What's the connection between comedy and percussion?
Johnny Carson was revered for his impeccable comic timing. It was "so precise," wrote one newspaper in his obituary, "that we wouldn't be surprised to find buried in his skull a quartz crystal." And why might that be? Perhaps because Johnny Carson was a drummer. In drumming, after all, timing is everything.
The King of Late Night used to play his Ludwig kit at home to relax, but he took it seriously — and he was good! It was Carson who thought up that little one-bar snare roll at the beginning of Paul Anka's Tonight Show theme, and it was he, a huge jazz fan, who ensured his favorite drummers — Buddy Rich, Max Roach — were booked on the show.
In fact, comedy and drumming are linked in ways that go beyond the incidental. And it's not just the perennial popularity of "drummer jokes." (What's the difference between a drummer and a savings bond? One will mature and make money.)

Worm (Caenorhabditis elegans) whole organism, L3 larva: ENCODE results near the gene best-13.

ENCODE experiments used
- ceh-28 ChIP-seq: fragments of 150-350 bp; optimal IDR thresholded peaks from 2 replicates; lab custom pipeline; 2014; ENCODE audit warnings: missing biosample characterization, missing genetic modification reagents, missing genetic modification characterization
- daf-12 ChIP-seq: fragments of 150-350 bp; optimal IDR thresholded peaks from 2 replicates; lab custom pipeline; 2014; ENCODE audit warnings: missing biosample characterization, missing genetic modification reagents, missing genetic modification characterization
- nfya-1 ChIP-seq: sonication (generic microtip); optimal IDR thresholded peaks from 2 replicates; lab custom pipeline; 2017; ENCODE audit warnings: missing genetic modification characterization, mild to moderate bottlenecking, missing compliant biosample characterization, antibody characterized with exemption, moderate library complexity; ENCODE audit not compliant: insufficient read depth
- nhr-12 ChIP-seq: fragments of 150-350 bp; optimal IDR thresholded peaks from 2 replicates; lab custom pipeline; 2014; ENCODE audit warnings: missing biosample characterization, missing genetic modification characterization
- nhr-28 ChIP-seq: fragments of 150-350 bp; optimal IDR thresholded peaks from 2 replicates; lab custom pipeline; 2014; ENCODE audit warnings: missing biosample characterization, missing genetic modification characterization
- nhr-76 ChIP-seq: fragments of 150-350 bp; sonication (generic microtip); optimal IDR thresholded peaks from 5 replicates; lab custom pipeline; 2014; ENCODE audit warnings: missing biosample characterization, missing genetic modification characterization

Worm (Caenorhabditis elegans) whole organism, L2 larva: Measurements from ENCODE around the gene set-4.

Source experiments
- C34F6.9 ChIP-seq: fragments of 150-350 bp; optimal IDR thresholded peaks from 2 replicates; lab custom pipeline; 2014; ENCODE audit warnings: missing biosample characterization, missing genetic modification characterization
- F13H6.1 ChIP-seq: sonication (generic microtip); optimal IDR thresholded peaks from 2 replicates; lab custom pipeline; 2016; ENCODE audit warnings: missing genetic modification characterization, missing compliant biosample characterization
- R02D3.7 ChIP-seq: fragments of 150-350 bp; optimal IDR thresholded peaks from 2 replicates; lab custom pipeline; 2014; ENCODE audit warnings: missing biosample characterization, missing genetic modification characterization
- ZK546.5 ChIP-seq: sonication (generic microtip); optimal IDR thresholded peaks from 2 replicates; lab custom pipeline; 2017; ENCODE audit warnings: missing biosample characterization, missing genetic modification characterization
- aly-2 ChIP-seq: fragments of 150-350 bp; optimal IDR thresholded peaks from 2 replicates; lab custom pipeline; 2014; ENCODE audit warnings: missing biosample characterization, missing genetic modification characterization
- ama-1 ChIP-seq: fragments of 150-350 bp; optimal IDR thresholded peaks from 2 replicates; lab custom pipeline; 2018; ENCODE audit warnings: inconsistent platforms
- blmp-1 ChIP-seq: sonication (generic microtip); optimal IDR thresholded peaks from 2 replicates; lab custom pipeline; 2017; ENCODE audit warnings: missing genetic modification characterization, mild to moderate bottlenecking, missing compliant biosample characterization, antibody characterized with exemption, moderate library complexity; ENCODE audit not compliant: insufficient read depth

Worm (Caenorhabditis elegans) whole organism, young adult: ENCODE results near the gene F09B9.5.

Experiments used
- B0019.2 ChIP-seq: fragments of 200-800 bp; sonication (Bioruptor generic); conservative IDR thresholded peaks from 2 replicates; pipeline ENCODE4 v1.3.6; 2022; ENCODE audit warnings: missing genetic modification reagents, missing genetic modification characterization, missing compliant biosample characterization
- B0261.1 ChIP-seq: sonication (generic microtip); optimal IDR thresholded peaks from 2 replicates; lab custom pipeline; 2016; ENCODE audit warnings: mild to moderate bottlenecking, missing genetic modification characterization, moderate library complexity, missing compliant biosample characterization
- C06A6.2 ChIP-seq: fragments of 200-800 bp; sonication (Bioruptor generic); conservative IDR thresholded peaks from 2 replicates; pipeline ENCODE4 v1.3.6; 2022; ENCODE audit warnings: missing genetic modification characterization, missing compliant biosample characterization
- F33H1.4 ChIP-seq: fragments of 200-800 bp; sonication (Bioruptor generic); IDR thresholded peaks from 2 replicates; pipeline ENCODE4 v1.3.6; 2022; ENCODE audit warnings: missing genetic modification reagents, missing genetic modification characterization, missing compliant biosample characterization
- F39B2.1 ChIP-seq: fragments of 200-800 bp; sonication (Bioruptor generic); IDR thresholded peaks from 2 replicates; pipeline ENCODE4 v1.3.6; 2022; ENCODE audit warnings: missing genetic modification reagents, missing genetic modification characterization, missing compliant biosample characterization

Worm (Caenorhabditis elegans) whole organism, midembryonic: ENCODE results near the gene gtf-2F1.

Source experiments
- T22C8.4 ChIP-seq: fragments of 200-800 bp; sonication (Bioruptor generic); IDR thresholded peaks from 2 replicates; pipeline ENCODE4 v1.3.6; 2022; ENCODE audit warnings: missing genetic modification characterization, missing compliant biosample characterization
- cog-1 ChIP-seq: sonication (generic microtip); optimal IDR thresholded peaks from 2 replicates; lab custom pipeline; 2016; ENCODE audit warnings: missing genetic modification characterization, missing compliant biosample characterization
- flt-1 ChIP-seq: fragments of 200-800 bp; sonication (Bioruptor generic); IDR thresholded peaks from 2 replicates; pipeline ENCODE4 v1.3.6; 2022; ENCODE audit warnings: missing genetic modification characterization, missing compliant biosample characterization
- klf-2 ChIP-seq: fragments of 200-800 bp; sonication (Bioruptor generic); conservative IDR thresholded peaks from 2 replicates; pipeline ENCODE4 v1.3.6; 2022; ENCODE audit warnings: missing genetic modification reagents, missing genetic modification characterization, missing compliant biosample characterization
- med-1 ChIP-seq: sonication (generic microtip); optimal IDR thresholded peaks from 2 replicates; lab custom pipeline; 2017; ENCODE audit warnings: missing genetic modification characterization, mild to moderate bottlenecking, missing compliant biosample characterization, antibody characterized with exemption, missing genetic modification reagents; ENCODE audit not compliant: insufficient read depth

After a quick think I came up with a dozen comedians — including Carson and, well, one Muppet — who were also percussionists. (Or, in a couple of cases, drummers who happened to be funny.) The question, then: why is that?
Is it the drummer's subordinate place on the stage — seated, hidden behind a kit well toward the back while the sexier instruments strut their stuff — that sees them translating humility into clownish attention seeking or sharp-witted cynicism? Or does it simply have to do with the essential importance of spot-on timing in both music and comedy? Either way, it's hard not to notice how many slapstickers double as stick slappers in their spare time.
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